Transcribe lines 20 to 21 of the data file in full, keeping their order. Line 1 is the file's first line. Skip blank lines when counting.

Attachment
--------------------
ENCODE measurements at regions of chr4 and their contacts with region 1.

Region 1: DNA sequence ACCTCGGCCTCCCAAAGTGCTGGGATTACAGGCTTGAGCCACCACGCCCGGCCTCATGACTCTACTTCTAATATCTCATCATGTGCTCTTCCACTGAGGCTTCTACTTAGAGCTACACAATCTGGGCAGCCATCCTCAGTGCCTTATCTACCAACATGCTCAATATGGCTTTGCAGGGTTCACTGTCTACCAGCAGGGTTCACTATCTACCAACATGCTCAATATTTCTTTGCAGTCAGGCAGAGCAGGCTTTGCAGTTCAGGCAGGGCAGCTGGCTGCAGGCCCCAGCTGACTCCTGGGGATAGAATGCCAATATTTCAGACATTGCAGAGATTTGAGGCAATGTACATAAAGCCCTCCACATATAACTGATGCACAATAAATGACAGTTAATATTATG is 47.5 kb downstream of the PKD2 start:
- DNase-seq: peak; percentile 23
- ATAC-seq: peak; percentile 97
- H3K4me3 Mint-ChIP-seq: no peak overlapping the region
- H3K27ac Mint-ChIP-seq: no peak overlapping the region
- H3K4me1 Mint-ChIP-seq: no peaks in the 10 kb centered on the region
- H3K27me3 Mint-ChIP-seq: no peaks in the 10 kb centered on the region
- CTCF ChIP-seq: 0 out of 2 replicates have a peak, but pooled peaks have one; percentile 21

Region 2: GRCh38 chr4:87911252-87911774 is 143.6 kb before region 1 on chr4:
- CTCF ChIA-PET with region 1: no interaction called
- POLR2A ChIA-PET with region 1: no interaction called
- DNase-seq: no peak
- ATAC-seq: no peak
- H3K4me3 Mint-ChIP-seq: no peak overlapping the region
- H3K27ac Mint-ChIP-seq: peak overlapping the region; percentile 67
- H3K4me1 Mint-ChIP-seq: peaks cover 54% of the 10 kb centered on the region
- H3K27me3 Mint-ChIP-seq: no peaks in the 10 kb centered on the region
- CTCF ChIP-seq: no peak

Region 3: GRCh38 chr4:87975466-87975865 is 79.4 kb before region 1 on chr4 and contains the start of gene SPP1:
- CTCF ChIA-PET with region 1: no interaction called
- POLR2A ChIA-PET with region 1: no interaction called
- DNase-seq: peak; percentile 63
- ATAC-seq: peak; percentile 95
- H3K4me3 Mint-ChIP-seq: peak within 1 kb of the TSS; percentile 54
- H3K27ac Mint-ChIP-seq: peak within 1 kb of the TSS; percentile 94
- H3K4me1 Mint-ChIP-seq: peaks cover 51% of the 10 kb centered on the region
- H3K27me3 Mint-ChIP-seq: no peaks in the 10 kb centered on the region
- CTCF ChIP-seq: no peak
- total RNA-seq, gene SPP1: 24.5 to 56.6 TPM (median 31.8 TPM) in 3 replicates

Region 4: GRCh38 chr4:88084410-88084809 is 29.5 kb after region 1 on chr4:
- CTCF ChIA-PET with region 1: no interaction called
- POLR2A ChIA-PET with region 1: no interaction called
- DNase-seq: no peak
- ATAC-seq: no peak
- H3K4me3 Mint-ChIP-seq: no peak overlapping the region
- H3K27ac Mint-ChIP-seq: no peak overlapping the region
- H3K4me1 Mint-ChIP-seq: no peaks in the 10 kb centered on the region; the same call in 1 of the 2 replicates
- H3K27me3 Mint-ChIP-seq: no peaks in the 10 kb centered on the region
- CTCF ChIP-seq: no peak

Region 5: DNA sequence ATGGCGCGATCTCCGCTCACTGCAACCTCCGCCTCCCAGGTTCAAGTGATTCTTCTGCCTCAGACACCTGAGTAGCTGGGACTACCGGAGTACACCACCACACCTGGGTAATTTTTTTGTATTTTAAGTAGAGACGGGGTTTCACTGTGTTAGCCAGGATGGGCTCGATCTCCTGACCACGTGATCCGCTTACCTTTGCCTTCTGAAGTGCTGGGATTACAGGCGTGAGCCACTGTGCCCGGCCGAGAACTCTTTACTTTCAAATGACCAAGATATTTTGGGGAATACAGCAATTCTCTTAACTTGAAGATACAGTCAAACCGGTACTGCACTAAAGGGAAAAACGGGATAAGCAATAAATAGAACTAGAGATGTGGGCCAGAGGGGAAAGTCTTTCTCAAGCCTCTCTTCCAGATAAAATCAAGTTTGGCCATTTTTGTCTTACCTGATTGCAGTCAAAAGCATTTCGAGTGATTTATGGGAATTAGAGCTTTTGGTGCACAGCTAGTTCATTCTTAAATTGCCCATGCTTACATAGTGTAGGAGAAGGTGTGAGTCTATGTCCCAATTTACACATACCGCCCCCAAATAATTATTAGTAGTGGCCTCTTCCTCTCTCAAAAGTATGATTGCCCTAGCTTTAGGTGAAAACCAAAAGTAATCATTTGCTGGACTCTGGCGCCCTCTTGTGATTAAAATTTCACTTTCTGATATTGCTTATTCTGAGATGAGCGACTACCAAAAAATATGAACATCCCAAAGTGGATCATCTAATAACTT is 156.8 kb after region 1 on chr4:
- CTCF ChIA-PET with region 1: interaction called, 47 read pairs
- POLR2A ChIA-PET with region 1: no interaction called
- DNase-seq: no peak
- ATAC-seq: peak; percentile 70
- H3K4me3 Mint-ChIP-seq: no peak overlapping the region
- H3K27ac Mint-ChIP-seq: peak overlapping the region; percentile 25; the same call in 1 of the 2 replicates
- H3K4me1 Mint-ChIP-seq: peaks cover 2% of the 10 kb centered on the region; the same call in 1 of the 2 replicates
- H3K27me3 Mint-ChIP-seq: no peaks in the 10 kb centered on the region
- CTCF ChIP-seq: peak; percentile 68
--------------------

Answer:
Region 3: GRCh38 chr4:87975466-87975865 is 79.4 kb before region 1 on chr4 and contains the start of gene SPP1:
- CTCF ChIA-PET with region 1: no interaction called